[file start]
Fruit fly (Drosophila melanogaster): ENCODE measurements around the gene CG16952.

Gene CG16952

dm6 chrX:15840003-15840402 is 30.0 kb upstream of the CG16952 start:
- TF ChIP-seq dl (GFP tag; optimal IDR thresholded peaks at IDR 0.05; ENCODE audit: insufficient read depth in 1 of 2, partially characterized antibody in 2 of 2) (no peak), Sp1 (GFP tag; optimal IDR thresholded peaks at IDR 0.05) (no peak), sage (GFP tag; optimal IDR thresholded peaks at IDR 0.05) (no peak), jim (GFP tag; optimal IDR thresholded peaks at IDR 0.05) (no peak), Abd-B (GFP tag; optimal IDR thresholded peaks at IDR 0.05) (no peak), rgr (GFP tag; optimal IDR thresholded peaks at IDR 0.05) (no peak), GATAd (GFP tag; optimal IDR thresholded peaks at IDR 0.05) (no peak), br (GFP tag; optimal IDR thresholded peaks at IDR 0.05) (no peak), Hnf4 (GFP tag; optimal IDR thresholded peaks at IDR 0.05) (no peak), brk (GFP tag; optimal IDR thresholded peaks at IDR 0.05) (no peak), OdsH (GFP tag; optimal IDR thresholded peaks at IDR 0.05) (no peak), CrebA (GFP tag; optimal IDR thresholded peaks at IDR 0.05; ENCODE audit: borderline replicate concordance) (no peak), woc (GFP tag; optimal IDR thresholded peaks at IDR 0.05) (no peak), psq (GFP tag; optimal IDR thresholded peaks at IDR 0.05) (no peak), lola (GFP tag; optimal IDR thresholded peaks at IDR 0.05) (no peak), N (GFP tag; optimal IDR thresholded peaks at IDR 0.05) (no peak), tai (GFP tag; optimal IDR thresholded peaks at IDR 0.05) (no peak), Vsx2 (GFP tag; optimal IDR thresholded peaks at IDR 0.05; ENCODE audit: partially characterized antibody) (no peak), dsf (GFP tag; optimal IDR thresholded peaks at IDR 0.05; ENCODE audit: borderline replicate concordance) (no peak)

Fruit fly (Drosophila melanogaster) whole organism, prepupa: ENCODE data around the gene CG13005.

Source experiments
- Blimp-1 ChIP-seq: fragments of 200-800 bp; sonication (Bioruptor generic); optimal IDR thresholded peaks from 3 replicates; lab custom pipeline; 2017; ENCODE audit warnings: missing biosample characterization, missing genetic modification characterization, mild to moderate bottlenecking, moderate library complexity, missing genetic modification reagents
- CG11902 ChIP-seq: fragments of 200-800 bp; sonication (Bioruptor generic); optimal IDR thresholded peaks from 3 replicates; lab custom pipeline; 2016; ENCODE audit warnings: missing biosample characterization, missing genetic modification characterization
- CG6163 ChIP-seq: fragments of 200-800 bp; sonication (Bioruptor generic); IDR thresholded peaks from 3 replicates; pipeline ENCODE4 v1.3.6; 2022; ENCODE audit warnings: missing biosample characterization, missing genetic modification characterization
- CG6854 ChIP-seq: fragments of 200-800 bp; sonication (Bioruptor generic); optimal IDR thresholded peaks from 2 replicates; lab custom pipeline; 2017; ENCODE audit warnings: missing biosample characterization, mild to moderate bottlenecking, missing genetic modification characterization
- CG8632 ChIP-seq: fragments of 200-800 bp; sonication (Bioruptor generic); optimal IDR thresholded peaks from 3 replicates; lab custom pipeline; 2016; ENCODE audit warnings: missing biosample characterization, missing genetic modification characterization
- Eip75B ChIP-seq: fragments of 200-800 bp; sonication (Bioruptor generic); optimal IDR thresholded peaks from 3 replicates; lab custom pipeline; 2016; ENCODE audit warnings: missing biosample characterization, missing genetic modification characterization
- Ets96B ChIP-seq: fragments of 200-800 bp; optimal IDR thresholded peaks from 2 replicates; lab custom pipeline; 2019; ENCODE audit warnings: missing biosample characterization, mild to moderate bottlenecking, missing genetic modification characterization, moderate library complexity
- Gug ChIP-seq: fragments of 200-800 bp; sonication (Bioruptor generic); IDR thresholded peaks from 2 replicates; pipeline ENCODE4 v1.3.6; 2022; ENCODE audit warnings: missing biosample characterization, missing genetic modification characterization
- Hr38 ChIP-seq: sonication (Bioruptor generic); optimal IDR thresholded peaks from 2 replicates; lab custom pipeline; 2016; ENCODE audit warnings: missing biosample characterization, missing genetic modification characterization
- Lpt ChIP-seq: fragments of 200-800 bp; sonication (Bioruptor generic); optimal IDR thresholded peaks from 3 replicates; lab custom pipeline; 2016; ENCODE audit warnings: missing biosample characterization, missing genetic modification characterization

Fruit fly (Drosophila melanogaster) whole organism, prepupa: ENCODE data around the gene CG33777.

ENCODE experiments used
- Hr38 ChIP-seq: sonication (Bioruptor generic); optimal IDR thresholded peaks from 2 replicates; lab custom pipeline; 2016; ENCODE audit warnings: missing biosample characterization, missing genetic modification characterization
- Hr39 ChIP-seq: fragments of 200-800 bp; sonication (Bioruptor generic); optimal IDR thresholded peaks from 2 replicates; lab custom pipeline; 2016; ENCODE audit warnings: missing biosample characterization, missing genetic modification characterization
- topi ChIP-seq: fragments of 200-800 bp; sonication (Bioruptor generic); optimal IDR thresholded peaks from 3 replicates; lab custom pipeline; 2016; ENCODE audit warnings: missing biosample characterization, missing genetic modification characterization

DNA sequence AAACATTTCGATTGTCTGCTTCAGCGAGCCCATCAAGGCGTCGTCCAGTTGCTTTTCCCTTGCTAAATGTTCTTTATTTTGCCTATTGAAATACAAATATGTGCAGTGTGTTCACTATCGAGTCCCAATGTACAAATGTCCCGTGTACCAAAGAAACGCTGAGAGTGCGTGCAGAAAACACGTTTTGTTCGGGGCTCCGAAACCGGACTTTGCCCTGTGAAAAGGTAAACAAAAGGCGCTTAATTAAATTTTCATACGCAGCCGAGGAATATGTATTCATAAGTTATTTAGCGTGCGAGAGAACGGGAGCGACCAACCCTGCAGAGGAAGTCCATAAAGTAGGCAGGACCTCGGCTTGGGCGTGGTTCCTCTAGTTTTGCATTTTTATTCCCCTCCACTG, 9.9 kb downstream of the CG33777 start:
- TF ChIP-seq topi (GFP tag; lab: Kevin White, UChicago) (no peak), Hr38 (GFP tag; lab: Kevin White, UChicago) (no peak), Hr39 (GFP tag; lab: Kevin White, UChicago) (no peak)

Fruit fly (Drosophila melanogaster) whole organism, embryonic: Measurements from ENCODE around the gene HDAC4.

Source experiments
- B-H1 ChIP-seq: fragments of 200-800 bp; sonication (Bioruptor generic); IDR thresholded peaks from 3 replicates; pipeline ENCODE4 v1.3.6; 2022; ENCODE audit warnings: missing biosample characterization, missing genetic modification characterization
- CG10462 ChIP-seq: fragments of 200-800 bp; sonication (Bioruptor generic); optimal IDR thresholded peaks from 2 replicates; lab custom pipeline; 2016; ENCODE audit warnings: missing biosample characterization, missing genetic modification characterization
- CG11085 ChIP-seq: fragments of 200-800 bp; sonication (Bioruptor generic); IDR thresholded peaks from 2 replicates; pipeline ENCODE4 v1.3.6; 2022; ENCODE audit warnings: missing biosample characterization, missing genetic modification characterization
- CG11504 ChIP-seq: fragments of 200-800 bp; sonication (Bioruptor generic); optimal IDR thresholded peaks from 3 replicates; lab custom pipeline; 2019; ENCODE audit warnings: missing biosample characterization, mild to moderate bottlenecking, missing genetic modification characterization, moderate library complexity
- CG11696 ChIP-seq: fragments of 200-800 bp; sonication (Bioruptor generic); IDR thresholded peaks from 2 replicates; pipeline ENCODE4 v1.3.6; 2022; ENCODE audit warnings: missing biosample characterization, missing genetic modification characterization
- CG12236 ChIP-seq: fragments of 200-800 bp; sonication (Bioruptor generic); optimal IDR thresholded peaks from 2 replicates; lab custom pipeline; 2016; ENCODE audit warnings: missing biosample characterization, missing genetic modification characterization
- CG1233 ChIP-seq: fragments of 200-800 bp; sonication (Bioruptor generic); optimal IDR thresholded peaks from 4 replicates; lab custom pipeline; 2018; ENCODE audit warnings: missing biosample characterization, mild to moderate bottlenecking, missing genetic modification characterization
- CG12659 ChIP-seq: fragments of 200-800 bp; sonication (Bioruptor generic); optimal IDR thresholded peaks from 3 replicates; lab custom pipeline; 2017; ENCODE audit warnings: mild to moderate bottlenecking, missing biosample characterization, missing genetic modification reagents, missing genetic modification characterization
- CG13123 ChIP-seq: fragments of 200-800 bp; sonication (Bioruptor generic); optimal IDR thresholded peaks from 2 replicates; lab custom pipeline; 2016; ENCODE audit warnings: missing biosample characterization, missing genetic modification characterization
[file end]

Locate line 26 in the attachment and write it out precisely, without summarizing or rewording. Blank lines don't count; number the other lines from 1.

- B-H1 ChIP-seq: fragments of 200-800 bp; sonication (Bioruptor generic); IDR thresholded peaks from 3 replicates; pipeline ENCODE4 v1.3.6; 2022; ENCODE audit warnings: missing biosample characterization, missing genetic modification characterization